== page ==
Cheat-Seeking Missles

Sunday, September 03, 2006

Saudis Stand Behind Woman Abuser

The Saudis have a new cause celebre, Homaidan Al-Turki, convicted earlier this year in Colorado of keeping an Indonesian woman housekeeper in slavery-like bondage.
Saudi officials have held high-level talks with US authorities in order to win the release of Homaidan Al-Turki, the Saudi man who was sentenced Aug. 31 by a Colorado court to 27 years to life in prison, the Saudi Press Agency said in a report yesterday.

“Senior Saudi officials have intervened at the highest level to resolve the case of Al-Turki,” the agency said, quoting its correspondent in Washington, Abdul Mohsen Al-Misfer. He did not disclose further details.

Al-Turki, a linguist who worked at a Denver publishing and translating firm, denied the charges and blamed anti-Muslim prejudice for his conviction. He also said that prosecutors persuaded the housekeeper to accuse him after they failed to build a case gainst him as a terrorist. (Arab News)

Of course, all that and more was raised in Al-Turki's trial, during which he was ably defended. The jury took seven hours, diminished some charges and convicted him of others in a celebration of the American justice system. Here's a write-up that occurred at the conclusion of the trial in June:

Prosecutors and FBI agents have said Al-Turki and his wife, Sarah Khonaizan, brought the now 24-year-old woman to Colorado to care for their five children and to cook and clean for the family. An affidavit said she spent four years with the family in the suburban home, sleeping on a mattress on the basement floor and getting paid less than $2 a day.

During the trial, Richilano told jurors the woman lived under the same customs as other women in the Al-Turki household. She chose to sleep in the family's unfinished basement so she could have privacy and voluntarily accepted the clothing and other restrictions the family imposed because she wanted to send money home to her impoverished relatives, he said.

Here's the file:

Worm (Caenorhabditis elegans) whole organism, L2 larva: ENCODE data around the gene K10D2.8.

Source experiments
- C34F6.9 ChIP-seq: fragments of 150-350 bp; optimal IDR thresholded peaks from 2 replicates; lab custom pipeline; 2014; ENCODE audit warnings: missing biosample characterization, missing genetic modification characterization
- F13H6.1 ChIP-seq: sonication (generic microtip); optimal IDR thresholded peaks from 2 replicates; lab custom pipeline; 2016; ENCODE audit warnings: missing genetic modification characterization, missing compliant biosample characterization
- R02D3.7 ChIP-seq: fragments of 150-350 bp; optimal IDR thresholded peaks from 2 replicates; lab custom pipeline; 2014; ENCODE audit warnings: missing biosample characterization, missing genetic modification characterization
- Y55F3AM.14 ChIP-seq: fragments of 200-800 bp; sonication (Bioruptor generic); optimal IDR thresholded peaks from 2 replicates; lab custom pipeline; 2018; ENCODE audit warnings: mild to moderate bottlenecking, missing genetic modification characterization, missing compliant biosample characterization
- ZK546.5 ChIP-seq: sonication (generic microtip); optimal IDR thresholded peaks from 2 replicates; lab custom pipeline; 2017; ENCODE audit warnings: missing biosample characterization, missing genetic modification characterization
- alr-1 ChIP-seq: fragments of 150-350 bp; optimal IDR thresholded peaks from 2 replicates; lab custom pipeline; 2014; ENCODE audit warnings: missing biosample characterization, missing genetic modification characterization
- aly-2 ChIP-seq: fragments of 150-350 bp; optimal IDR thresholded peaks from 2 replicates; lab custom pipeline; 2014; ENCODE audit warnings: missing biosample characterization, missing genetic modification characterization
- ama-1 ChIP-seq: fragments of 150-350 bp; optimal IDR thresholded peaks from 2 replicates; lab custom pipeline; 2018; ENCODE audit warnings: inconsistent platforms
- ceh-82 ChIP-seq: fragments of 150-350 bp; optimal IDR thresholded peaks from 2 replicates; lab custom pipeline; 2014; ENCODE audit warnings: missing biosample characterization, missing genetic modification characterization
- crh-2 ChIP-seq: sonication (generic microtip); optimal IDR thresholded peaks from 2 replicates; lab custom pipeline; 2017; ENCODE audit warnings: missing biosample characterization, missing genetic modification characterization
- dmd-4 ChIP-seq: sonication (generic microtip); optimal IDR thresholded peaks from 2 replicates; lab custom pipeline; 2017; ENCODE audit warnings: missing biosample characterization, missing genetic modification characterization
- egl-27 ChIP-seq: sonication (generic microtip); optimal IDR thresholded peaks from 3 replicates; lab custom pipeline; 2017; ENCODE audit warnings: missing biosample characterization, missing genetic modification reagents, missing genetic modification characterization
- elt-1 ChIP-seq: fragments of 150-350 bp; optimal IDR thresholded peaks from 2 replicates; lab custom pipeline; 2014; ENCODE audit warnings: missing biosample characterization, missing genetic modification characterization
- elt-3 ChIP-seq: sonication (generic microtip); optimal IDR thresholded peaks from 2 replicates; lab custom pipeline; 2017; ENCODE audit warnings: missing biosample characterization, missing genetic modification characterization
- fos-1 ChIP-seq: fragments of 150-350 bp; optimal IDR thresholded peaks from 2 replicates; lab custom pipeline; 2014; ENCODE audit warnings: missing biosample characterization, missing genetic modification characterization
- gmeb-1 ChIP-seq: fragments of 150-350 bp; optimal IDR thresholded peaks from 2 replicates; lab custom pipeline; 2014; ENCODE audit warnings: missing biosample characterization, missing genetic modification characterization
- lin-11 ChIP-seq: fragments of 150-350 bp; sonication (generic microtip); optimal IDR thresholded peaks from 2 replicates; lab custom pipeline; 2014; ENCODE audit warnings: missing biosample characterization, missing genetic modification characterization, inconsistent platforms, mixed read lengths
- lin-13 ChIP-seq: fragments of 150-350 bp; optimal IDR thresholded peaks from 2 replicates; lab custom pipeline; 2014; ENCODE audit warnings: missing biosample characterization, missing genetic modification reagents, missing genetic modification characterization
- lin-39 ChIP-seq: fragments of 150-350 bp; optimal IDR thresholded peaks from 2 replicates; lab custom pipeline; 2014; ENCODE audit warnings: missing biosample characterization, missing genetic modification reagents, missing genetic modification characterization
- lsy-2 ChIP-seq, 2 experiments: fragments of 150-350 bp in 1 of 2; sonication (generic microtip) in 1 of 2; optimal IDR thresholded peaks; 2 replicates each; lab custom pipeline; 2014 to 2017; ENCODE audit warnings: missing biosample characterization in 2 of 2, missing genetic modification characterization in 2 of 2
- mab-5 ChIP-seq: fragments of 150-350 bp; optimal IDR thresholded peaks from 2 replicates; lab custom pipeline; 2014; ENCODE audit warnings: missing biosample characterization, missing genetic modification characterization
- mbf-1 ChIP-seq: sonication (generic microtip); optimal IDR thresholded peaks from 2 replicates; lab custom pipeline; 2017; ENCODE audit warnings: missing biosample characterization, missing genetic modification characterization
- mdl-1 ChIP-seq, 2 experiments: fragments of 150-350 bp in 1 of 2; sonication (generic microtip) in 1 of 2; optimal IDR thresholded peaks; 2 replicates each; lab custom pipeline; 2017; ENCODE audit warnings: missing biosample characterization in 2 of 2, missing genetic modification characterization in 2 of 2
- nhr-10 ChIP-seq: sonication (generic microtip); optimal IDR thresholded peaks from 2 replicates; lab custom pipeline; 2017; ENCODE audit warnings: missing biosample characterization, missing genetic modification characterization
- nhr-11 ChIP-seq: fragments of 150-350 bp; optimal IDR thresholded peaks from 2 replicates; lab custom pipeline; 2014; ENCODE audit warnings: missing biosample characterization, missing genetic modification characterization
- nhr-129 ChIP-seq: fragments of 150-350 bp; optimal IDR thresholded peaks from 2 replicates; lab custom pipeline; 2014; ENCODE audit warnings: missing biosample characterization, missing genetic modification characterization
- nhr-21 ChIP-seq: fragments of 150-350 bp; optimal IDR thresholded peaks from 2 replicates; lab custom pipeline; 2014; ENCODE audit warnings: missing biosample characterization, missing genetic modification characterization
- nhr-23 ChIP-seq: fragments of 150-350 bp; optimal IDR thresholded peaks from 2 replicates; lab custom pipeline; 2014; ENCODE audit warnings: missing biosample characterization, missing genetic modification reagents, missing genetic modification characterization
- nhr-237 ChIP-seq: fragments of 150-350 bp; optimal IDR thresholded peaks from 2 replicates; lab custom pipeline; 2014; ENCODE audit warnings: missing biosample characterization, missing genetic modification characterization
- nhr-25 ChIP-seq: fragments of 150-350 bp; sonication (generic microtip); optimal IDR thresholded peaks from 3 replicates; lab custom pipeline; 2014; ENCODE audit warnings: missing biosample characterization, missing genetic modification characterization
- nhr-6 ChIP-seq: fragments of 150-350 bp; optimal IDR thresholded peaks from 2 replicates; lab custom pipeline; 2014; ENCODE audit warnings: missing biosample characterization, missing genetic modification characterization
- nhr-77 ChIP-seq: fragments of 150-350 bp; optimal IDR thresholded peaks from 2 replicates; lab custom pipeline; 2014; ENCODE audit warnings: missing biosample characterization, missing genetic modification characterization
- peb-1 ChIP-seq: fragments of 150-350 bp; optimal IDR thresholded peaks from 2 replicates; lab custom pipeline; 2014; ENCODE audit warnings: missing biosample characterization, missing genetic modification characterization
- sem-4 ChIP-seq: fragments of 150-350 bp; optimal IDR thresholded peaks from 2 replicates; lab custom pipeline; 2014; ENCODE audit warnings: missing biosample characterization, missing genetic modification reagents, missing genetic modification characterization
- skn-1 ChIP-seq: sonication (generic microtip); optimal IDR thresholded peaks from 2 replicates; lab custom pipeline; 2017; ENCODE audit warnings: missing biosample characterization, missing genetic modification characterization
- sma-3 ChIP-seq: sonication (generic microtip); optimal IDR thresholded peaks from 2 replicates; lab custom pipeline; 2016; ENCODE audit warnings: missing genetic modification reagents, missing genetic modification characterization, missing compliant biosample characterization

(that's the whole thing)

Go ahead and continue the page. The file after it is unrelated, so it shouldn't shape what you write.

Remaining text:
She was arrested on immigration charges in November 2004 and placed in a safe house. She later reported the alleged assaults to a woman who had befriended her.

The Associated Press is not identifying the woman because of the sexual assault allegations.

Richilano also told jurors that prosecutors had no physical evidence to back up the accuser's story, which he said was invented so authorities would let her stay in the United States and avoid prosecution as an illegal immigrant overstaying her visa.

Tomsic said after the verdict that jurors had to deal with several cultural issues, including the victim's and Al-Turki's Muslim religion. For example, many originally may not have understood that the victim came from a country where crimes cannot be easily reported because of military rule.

"Most Americans just don't have any understanding of what these people are living in and coming from," Tomsic said.

She said the woman was to stay in the United States to testify against Al-Turki on a visa issued to victims of human trafficking. The woman has said she wanted to return to her home country once the proceedings are over, Tomsic said.

Al-Turki also faces an October federal trial on charges of forced labor, document servitude and harboring an illegal immigrant. In April, Al-Turki and Khonaizan agreed to pay the nanny about $64,000 in wages to settle a Labor Department lawsuit. (source)

Sounds like Al-Turki had his best shot to defend himself, that the system bent over backwards to consider every angle the defense could come up with. Still, the Saudi government wants to use him as the poster boy for American anti-Muslim sentiments.

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